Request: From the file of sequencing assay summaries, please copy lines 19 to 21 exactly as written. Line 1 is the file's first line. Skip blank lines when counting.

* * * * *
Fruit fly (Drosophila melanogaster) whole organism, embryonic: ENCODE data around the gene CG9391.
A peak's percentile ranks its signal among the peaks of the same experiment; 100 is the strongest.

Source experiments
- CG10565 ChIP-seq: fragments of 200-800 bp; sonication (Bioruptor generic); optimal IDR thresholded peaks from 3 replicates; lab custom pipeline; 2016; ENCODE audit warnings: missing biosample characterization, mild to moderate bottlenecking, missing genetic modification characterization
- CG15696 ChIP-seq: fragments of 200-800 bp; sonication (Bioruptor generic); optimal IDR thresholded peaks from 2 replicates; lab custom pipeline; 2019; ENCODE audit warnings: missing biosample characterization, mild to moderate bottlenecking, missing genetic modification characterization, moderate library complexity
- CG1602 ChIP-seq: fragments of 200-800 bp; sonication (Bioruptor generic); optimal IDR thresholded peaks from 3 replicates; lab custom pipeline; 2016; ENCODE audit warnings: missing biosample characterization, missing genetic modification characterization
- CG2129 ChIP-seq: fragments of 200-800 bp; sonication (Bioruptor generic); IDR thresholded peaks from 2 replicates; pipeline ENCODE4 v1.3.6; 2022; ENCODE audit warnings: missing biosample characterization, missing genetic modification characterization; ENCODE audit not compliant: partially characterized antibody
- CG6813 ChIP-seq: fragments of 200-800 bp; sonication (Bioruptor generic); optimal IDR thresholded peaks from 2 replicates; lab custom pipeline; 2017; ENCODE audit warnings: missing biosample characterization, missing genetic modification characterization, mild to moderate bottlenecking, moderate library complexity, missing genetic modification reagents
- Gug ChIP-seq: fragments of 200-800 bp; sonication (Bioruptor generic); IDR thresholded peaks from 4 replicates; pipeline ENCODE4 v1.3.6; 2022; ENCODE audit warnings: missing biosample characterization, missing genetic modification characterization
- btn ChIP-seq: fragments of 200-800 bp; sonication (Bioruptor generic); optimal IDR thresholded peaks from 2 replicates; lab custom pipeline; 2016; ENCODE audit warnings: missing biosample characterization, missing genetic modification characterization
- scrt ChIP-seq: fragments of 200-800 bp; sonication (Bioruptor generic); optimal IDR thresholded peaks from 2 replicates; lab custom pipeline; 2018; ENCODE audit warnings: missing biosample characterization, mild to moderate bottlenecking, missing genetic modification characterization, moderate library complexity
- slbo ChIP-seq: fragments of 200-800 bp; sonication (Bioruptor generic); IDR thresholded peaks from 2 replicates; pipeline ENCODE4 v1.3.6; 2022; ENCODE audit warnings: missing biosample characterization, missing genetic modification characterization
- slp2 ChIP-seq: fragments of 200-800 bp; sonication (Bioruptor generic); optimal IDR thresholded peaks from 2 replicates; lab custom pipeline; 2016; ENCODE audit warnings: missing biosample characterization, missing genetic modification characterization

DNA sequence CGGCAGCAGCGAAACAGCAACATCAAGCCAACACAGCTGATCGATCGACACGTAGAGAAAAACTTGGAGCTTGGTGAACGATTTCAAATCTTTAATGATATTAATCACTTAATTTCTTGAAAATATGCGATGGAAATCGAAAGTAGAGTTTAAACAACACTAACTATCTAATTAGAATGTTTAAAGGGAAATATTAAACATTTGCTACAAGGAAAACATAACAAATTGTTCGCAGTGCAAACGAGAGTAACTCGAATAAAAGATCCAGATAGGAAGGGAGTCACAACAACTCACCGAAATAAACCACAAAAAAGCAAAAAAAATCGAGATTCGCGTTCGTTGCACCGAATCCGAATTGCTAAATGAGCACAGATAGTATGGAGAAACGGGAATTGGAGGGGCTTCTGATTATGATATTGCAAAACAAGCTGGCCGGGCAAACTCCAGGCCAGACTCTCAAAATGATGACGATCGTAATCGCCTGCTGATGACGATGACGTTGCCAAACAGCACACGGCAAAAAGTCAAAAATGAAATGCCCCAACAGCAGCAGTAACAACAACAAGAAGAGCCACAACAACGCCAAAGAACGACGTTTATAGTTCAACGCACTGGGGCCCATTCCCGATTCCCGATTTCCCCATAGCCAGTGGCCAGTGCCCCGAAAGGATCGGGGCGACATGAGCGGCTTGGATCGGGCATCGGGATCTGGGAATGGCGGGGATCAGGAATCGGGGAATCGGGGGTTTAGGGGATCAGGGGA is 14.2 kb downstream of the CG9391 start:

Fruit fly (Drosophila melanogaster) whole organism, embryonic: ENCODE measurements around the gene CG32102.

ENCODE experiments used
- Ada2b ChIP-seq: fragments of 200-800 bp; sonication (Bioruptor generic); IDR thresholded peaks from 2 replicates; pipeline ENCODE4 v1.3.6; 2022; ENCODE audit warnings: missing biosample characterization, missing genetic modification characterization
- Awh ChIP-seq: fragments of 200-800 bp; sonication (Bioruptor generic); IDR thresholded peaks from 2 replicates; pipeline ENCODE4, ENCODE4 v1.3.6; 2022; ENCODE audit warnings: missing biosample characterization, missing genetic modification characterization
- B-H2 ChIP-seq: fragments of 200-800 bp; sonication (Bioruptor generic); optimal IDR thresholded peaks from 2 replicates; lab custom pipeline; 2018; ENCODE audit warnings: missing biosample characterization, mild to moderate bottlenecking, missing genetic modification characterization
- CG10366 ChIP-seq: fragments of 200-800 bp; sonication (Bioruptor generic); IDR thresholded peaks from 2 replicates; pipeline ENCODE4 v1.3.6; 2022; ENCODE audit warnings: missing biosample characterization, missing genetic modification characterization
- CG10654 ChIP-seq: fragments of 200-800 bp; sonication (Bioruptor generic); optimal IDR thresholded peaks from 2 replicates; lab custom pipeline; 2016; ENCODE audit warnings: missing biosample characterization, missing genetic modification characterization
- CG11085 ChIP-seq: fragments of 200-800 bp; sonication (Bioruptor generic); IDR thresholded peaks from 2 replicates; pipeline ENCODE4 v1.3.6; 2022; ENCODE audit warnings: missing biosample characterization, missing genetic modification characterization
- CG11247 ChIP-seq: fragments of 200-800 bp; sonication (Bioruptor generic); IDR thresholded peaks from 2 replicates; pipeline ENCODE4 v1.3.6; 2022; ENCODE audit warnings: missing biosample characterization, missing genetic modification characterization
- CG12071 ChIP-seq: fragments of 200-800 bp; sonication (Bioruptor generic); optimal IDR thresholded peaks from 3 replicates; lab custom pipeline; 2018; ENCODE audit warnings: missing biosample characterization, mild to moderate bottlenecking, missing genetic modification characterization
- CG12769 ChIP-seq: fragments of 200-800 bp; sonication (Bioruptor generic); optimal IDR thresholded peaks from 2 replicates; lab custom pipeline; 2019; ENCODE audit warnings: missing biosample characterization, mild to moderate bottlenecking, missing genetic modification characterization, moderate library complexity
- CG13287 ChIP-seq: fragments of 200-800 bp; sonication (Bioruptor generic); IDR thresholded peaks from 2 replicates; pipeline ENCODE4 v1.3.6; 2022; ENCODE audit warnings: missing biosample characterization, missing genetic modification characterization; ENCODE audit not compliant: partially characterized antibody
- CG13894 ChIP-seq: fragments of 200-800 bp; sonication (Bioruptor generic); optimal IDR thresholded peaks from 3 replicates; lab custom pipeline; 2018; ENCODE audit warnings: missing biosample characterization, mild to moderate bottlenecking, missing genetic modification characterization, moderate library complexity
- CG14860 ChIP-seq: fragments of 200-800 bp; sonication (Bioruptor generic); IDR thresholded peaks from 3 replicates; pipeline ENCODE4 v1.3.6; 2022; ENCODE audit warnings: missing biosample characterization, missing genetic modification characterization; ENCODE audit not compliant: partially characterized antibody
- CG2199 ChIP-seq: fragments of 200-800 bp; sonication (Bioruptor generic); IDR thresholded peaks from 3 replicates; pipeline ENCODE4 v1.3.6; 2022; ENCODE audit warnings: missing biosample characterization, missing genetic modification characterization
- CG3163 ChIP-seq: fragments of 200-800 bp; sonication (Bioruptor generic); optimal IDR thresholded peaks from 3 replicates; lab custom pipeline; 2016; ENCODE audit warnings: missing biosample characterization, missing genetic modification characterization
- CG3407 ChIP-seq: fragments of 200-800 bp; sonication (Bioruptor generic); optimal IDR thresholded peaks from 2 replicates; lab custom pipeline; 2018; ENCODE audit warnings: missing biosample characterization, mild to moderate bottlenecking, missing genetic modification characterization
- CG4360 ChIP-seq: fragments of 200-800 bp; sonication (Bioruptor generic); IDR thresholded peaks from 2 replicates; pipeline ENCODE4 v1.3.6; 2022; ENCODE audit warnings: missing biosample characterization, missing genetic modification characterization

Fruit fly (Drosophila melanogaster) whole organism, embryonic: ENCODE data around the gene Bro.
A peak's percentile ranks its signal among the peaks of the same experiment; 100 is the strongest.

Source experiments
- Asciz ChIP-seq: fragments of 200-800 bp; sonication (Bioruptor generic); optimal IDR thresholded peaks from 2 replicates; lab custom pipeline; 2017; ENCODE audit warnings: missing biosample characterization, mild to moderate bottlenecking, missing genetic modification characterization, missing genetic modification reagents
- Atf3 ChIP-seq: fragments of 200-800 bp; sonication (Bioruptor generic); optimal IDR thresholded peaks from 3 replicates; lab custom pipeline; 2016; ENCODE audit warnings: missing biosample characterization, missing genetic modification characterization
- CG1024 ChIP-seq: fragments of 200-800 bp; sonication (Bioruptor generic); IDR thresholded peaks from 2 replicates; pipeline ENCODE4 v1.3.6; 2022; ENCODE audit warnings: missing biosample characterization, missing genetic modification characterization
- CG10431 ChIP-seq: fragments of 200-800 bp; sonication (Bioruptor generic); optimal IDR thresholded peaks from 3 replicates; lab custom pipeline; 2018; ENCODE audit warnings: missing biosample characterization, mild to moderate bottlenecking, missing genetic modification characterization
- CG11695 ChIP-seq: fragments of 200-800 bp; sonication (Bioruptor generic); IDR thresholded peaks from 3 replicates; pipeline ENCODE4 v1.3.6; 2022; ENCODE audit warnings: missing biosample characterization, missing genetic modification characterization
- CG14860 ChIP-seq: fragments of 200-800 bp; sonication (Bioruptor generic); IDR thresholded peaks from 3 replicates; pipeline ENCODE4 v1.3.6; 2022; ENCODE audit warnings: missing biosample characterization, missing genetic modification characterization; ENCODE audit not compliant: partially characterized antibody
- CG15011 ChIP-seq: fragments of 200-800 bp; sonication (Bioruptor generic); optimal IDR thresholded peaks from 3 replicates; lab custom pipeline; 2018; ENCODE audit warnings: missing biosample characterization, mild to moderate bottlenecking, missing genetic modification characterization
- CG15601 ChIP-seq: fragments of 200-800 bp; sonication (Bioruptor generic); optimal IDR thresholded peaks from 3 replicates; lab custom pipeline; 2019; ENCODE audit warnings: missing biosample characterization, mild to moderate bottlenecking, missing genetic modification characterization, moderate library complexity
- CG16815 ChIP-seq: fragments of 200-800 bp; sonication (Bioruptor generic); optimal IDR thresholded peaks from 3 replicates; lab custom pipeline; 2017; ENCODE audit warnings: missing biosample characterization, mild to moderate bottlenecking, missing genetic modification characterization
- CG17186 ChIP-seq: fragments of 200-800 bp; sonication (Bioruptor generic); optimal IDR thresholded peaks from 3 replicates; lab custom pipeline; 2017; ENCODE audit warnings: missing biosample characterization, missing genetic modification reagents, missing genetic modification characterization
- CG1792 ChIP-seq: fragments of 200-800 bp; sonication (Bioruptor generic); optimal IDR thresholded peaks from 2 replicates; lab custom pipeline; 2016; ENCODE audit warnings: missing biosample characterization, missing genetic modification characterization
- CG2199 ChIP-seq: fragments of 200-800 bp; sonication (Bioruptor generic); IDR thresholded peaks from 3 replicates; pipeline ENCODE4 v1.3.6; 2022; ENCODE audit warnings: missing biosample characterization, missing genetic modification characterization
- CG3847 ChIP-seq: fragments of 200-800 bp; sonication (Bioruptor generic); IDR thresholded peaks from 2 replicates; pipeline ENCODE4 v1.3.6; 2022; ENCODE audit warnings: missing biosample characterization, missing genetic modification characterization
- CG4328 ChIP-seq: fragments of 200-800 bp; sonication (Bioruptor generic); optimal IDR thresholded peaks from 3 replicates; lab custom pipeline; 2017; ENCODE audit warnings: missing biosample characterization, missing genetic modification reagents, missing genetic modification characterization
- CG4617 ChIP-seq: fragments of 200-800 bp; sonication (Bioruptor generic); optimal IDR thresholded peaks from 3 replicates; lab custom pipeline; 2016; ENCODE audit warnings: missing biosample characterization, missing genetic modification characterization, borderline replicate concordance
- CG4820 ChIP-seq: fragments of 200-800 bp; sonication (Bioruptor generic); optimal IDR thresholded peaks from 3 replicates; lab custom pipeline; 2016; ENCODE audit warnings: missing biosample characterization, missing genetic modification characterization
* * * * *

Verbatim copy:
- B-H2 ChIP-seq: fragments of 200-800 bp; sonication (Bioruptor generic); optimal IDR thresholded peaks from 2 replicates; lab custom pipeline; 2018; ENCODE audit warnings: missing biosample characterization, mild to moderate bottlenecking, missing genetic modification characterization
- CG10366 ChIP-seq: fragments of 200-800 bp; sonication (Bioruptor generic); IDR thresholded peaks from 2 replicates; pipeline ENCODE4 v1.3.6; 2022; ENCODE audit warnings: missing biosample characterization, missing genetic modification characterization
- CG10654 ChIP-seq: fragments of 200-800 bp; sonication (Bioruptor generic); optimal IDR thresholded peaks from 2 replicates; lab custom pipeline; 2016; ENCODE audit warnings: missing biosample characterization, missing genetic modification characterization